The Humphrieses assert that "the Court has long recognized the importance of judicial redress for ongoing violations of constitutional rights." The Humphrieses argue that Los Angeles County has refused to conform its conduct to the Constitution even though the municipality has been aware of the violation since 2002. The Humphrieses assert that they are entitled to relief because Los Angeles County continues to deprive the Humphrieses’ of their rights and, thus, such behavior warrants relief.
argues that it should not be held responsible for policies related to the CACI because they were created by the state government. . Los Angeles County argues that a ruling against the Humphrieses would not prevent the Humphrieses from obtaining relief because they are able to bring their claim against the state directly and have already sued the Californiattorney General. Meanwhile, the Humphrieses assert that the Monell requirements should not prevent the courts from demanding that local governments correct violations of citizens' civil rights and prevent the continuance of unconstitutional policies.
Due Process Concerns
The Constitution requires that individual's receive adequate due process, in the form of procedural protections, before they are deprived of life, liberty, or property. The Ninth Circuit determined that the Humphrieses's inclusion in the CACI, without an opportunity to contest their listing or to appeal their continued inclusion, has interfered with their protected liberty interests. The Humphrieses have been unable to volunteer at a community center offering childcare because the facility requires clearance through a CACI check. Wendy Humphries worries that her inclusion in the CACI will affect her work as a special education teacher because the listing may have an impact on the periodic renewal of her teaching credentials. The Ninth Circuit concluded that although California possesses the legitimate goal of creating an index of child abusers in order to protect children, the maintenance of inaccurate, incomplete, and unsubstantiated listings undermines the purpose of the CACI. The Ninth Circuit asserted that existence of flaws in the index compromises the value of the CACI as a useful tool in identifying individuals that pose a risk to children, and the state government as no legitimate interest in opposing the adoption of procedures to challenge erroneous inclusions in the index.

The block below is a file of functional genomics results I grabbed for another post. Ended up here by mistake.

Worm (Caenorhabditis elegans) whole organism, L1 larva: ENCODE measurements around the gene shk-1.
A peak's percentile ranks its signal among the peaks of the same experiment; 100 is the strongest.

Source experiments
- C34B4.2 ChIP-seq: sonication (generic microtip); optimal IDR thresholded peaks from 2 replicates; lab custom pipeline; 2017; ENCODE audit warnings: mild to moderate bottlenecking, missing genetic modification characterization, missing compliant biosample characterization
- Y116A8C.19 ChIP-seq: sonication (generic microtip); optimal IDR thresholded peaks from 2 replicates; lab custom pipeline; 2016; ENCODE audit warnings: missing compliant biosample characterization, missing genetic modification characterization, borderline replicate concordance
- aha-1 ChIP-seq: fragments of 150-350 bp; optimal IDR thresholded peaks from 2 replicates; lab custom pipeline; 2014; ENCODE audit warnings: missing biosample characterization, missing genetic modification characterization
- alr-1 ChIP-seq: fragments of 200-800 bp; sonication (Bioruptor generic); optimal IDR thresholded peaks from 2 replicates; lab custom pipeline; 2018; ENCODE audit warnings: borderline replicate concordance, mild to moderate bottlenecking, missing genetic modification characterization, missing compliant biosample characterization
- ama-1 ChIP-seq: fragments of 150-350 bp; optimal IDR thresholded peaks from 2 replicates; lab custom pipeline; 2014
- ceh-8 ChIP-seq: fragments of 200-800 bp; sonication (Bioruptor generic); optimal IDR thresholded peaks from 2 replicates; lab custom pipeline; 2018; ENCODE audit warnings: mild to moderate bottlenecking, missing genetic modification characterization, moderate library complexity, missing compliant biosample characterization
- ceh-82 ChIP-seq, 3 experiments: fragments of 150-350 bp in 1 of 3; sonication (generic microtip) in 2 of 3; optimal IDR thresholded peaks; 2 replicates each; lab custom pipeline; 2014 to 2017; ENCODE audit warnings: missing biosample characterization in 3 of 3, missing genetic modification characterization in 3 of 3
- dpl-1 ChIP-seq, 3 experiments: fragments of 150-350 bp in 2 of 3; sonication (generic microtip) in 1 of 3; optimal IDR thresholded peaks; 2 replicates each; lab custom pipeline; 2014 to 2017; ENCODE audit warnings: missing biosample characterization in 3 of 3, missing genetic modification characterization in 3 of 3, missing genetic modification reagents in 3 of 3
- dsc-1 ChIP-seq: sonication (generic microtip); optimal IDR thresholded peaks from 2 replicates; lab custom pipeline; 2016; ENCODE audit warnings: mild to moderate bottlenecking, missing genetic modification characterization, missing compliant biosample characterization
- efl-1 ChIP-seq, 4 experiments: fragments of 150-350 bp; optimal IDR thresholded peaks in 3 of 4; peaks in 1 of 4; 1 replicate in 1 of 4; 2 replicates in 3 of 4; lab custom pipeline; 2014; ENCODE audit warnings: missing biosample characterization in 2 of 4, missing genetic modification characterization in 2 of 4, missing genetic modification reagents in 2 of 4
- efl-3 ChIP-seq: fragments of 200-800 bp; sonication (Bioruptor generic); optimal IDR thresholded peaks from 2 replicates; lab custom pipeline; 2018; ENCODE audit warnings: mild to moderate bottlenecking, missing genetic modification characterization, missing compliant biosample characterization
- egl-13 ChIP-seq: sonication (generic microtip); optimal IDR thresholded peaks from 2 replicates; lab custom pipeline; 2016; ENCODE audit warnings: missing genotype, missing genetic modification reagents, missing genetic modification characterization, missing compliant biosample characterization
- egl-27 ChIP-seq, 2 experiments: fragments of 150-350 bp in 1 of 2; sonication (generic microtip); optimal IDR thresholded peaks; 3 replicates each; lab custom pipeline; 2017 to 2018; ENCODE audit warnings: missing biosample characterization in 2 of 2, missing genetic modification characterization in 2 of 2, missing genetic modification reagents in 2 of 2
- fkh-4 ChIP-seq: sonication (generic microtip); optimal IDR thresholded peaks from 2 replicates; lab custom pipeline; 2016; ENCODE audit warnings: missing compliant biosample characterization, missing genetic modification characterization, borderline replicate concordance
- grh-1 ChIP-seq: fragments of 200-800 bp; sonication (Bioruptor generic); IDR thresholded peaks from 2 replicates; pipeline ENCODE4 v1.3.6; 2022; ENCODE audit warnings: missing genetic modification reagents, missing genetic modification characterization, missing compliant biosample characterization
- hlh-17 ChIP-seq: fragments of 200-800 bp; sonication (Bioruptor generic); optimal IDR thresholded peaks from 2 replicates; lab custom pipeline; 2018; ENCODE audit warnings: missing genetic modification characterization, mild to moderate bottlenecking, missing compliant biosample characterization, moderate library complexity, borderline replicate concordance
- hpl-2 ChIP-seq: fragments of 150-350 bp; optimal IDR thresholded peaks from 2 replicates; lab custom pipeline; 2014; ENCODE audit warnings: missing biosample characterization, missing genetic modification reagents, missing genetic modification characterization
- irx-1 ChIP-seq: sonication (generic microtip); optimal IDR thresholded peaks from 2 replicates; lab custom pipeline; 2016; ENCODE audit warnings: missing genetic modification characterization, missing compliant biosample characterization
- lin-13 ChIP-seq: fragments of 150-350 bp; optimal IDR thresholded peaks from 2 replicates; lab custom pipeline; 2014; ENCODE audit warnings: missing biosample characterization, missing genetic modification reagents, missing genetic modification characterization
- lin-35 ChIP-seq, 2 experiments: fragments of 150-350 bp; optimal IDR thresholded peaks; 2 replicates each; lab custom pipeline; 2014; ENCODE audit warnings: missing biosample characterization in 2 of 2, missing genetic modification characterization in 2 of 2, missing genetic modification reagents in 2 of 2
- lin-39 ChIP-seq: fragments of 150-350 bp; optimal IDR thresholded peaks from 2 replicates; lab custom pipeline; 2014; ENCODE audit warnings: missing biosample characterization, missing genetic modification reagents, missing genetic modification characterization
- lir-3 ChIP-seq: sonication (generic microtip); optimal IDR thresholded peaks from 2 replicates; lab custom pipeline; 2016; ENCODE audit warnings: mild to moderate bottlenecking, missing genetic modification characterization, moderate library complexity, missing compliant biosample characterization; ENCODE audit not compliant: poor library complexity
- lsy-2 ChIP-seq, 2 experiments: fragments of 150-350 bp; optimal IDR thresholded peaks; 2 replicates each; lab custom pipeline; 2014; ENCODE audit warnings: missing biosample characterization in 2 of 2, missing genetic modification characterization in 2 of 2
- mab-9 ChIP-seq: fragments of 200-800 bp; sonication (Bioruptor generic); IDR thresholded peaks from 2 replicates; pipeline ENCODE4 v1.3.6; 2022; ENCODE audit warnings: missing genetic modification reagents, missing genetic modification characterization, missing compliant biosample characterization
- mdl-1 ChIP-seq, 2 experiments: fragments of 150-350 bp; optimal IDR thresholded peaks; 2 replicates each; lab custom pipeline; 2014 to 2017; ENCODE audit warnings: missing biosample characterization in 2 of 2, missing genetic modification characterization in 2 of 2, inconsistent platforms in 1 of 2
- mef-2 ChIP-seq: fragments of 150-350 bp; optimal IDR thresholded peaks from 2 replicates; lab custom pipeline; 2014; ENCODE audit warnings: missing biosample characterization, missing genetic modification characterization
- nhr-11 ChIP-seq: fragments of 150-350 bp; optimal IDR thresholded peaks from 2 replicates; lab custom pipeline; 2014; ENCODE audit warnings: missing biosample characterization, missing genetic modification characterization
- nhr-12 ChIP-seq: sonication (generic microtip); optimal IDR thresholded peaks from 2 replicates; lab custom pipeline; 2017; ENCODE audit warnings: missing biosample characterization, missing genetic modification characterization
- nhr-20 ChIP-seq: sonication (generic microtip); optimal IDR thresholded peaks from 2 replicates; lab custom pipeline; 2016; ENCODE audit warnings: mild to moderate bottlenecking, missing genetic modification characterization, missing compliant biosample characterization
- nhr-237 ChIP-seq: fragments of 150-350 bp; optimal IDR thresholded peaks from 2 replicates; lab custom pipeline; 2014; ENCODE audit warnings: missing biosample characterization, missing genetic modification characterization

More than forty states maintain child abuse registries, and individuals have successfully sued to address due process concerns. The North Carolina's Court of Appeals recently ruled that their child abuse registry was unconstitutional because individuals did not have the opportunity to challenge a report prior to their listing in the registry and the registry allowed listings based on minimal proof. In response to due process concerns, Missouri has also reformed its child abuse registry policies to include an opportunity to appeal a report before an individual's inclusion. In 2006, the Adam Walsh Act authorized the creation of a national registry to track child abuse reports. However, after conducting an initial feasibility study, federal authorities discovered issues concerning due process rights and agreed to formulate appropriate procedures prior to listing individuals as well as procedures to allow individuals to appeal their inclusion.
Los Angeles County explains that the Monell policy and custom requirements are an essential means to protecting federalist ideals. Los Angeles County contends that if the courts ignore the Monell policy or custom requirements, then courts will have direct control over a local public entity. Los Angeles County argues that the federal government may only "intrude" into the operations of municipality, such as by awarding declaratory relief, when an individual suffers a constitutional injury through the policy, custom or practice of a municipality. The County explains that only states can control the law enforcement powers of their local governments.
The Humphrieses contend that Los Angeles County's federalism concerns are unfounded. The Humphrieses explain that Monell made clear that its policy and custom requirements "put no limit on the power of federal courts to enforce the Constitution against municipalities who violate it." The Humphrieses argue the Court has repeatedly held that 42 U.S.C. § 1983 should be "'broadly construed' to further its remedial purpose.'" The Humphrieses remind the Court that the purpose of the Civil Rights Act, and § 1983, is to protect individuals from a municipality's misuse of power as states may be unconcerned with individuals' Constitutional rights. They claim that the Act prevents municipalities from arguing that state law justifies their actions.
The Humphrieses argue that a ruling for Los Angeles County may encourage local governments to ignore ongoing constitutional violations and attempt to place blame solely on the state government for deficient policies. Additionally, such a ruling may also limit the ability of the judiciary to correct constitutional violations. However, Los Angeles County counters that a ruling for the Humphrieses would needlessly create different standards for obtaining different types of relief, and individuals seeking damages would be held to a higher standard than individuals suing for declaratory relief. .
This case will determine whether the Monell requirements are only needed in cases involving retrospective compensatory damages. Los Angeles County contends that all claims for relief under 42 U.S.C. § 1983, including claims for prospective relief, are subject to the causation requirements of Monell. The Humphries, however, argue that the Monell custom or policy requirements do not apply to claims for prospective relief. Ultimately, the Humphrieses will likely obtain relief concerning their due process claims regardless of the Supreme Court's decision because of their additional action pending against California's Attorney General.
· Los Angeles Times, Carol J. Williams: Abuser List Tags Innocents, Too (Dec. 7, 2008)
· Education Week, Mark Walsh: Civil Rights Case Has Implications for Schools (Feb. 23, 2010)
· Examiner. com, Daniel Weaver: NC Court of Appeals Rules Procedure for Putting People on Child Abuse Register is Unconstitutional (Mar. 4, 2010)
· Cbsnews.com: Child Abuse Registry Hits Stumbling Blocks (Apr. 26, 2010)